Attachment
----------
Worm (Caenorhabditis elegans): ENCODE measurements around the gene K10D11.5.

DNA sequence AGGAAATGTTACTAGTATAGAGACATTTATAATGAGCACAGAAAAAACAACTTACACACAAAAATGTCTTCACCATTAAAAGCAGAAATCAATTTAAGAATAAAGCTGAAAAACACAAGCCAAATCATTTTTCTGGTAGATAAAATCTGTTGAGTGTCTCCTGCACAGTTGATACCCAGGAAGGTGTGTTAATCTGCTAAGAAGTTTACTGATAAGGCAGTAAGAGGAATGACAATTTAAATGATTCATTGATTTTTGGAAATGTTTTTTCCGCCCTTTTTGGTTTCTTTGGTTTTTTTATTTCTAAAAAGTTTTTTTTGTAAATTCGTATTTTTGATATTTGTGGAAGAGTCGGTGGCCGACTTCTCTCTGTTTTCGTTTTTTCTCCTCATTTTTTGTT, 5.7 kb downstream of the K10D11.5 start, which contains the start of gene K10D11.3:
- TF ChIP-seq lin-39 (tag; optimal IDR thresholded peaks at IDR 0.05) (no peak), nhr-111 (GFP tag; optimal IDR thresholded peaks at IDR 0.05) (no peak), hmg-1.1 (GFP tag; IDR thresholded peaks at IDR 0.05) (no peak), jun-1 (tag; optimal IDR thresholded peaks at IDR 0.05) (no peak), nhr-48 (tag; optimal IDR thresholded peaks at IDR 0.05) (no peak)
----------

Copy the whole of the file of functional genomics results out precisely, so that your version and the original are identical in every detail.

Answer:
Worm (Caenorhabditis elegans): ENCODE measurements around the gene K10D11.5.

DNA sequence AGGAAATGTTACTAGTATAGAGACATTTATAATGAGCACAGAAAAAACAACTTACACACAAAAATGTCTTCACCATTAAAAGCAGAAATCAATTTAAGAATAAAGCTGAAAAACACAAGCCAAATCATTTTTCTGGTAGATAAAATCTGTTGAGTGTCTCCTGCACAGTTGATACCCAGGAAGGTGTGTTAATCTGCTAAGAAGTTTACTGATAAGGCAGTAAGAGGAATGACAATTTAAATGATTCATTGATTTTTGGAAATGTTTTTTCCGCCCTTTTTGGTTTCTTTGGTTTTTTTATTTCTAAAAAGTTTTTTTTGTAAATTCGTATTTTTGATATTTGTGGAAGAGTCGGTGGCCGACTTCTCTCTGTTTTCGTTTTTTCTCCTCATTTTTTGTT, 5.7 kb downstream of the K10D11.5 start, which contains the start of gene K10D11.3:
- TF ChIP-seq lin-39 (tag; optimal IDR thresholded peaks at IDR 0.05) (no peak), nhr-111 (GFP tag; optimal IDR thresholded peaks at IDR 0.05) (no peak), hmg-1.1 (GFP tag; IDR thresholded peaks at IDR 0.05) (no peak), jun-1 (tag; optimal IDR thresholded peaks at IDR 0.05) (no peak), nhr-48 (tag; optimal IDR thresholded peaks at IDR 0.05) (no peak)